Breaking the Cycle of Poverty and Crime


One afternoon last month, in the ornate windowless chambers of New York City Council, Deputy Mayor Linda I. Gibbs found herself facing one of the toughest grillings of her career.

Council members were firing questions at her from every corner of the room over an issue they should have been welcoming with open arms. It took Lewis A. Fidler, a Brooklyn Democrat who heads the Youth Committee, to sum up the frustration..

“We've been trying for months now to get to the bottom of this,” he said.

Fidler was referring to the Young Men's Initiative (YMI), a potentially groundbreaking three-year $127 million initiative launched by Mayor Michael Bloomberg with great fanfare last August—and hailed at the time by many commentators as a new, innovative approach to ending the cycle of poverty and educational disadvantage that has condemned thousands of young men of color to a bleak future.But since the program's launch four months ago, details have been hard to come by, and skeptics inside and outside City Hall have been left wondering whether the project is as innovative and ambitious as it claims to be.

The answer could matter far beyond the borders of New York. The YMI initiative stands out because of the way it mixes philanthropy with tax dollars in an effort to help revenue-starved municipalities promote innovative ideas at a time of economic crisis.

Financier George Soros pledged $30 million to the project, and Bloomberg, one of America's richest men, is kicking in $30 million of his own money. (Taxpayers would provide the remaining $67 million).

Could it serve as a model for other cities?

So far the jury is out, with critics charging that the net result of the project—based on its actions so far—will be to shore up programs that already have been in operation, rather than creating new ones. While that may still be a laudable result in the current economic situation, the critics say it doesn't justify the game-changing claims of proponents.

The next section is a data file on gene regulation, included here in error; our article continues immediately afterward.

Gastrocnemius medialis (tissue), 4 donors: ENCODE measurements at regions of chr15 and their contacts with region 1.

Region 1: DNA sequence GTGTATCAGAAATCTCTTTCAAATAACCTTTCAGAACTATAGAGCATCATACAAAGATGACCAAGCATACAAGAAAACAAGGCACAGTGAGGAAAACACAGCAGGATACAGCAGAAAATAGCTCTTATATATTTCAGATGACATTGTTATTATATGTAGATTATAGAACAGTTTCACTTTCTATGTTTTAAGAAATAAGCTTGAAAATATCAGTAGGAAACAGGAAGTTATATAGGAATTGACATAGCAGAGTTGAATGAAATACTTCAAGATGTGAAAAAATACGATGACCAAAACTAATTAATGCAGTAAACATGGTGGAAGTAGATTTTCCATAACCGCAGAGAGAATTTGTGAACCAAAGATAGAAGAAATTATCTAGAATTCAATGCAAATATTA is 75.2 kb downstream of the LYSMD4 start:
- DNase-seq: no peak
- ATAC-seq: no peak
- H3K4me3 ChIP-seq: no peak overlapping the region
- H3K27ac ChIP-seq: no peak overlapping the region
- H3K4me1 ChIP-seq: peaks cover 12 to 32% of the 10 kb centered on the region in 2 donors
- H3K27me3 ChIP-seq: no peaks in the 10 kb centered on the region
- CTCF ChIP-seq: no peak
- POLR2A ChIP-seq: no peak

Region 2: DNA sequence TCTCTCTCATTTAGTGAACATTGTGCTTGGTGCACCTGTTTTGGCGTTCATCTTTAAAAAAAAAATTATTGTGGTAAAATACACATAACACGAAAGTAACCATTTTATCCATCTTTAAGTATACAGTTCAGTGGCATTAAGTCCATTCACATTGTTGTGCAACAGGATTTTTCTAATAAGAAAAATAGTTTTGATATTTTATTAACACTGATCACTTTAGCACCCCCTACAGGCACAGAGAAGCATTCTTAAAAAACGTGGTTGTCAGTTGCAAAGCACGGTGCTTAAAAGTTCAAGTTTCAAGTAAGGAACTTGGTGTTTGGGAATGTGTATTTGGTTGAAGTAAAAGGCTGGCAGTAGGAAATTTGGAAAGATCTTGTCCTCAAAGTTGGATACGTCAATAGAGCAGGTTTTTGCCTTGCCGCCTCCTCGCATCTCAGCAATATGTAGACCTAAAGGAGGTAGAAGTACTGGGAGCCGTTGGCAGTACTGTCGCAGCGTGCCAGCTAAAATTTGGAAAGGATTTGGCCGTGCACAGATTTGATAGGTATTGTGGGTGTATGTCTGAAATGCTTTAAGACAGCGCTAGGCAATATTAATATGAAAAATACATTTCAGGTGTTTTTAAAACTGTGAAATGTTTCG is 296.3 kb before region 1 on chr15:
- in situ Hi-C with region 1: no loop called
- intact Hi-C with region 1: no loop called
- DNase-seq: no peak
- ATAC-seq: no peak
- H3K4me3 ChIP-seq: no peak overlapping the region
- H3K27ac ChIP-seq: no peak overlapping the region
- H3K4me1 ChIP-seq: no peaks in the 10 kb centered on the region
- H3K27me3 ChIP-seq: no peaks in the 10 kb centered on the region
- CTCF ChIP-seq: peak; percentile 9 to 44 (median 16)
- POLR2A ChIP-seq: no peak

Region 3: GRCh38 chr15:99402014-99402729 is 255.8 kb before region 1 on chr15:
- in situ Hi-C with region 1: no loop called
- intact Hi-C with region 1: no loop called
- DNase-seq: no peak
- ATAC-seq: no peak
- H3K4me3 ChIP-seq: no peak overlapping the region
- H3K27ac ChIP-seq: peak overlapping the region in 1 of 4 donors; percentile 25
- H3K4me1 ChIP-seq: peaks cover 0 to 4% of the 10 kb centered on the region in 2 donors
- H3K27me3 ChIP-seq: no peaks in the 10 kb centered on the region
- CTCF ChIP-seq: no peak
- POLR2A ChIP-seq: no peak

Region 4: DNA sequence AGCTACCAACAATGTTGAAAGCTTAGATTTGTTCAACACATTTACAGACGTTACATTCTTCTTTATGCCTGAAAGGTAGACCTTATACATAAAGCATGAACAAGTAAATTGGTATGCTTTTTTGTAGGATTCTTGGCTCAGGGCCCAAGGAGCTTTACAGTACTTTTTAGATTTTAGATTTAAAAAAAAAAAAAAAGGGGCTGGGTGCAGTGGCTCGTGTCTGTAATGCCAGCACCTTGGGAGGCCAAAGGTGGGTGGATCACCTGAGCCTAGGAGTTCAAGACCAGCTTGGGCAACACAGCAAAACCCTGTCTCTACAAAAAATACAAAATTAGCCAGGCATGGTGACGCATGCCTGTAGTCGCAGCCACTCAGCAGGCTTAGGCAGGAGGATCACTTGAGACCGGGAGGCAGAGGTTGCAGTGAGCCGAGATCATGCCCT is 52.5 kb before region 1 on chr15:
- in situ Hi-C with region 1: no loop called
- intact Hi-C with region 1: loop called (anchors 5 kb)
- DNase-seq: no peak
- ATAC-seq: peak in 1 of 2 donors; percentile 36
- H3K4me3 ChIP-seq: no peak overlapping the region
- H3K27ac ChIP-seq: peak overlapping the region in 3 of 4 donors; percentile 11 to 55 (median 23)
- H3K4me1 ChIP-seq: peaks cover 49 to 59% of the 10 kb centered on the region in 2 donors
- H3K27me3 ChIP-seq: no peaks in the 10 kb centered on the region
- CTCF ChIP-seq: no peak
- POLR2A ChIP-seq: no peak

“Why should we believe this initiative will have a systemic impact?” said Council member Albert Vann, who represents Bedford-Stuyvesant and Crown Heights in the borough of Brooklyn, N.Y., during the tense meeting with Gibbs last month.

Gibbs, who is in charge of getting city agencies involved and supportive of YMI, didn't help matters.

A long-time advocate of criminal justice reform, Gibbs has been one of Bloomberg's most powerful officials since 2006. But at the hearing, she brushed off the pointed questions, telling the council members that details on money allocation could be accessed through the YMI website.

But in an interview later with The Crime Report, Gibbs conceded that she had made some tactical mistakes in getting the initiative off the ground.

“They should have been included,” Gibbs said. “Lesson learned. We know for the future to include them.”

What makes the sniping between New York Council members and Gibbs particularly tragic is that nearly everyone agrees that the problem targeted by the initiative should be high on the city agenda.

Diagnosing the Problem

In 2010, Mayor Bloomberg commissioned a report to help provide a blueprint for the Young Men's Initiative. The report, “Portrait of a Crisis,” found that African-American and Latino children “are two times more likely to live in poverty than their white peers” and are as a result likely to become caught up in the juvenile and later adult courts and prisons. Some 84 percent of those admitted to city jails the previous year were African-American and Latino.

The stark conclusion that young African-American and Latino males are more likely to end up in prison is borne out by researchers who have studied the situation nationwide.

The report was produced by David C. Banks, president of The Eagle Academy Foundation, and Ana Oliveira, president of the New York Women's Foundation. It advises Bloomberg to set out for five major areas where targeted help can improve the odds for at-risk minority males: education, mentoring, employment, justice and health.

The initiative will be overseen by New York's Center for Economic Opportunity (CEO), a program created by Bloomberg in 2006 (the same time Gibbs' job was created).

The first recipient of an initiative grant will be the Young Adult Literacy program, created in 2008 and operated by the Center for Economic Opportunity.

Cathleen Collins, a media representative, said via e-mail that the programs $3.3 million allocation for next year was about $1 million more than last year, thanks largely to YMI funding. The money, she said, will be used mainly to “expand the Young Adult Literacy Program to serve an additional 400 participants,”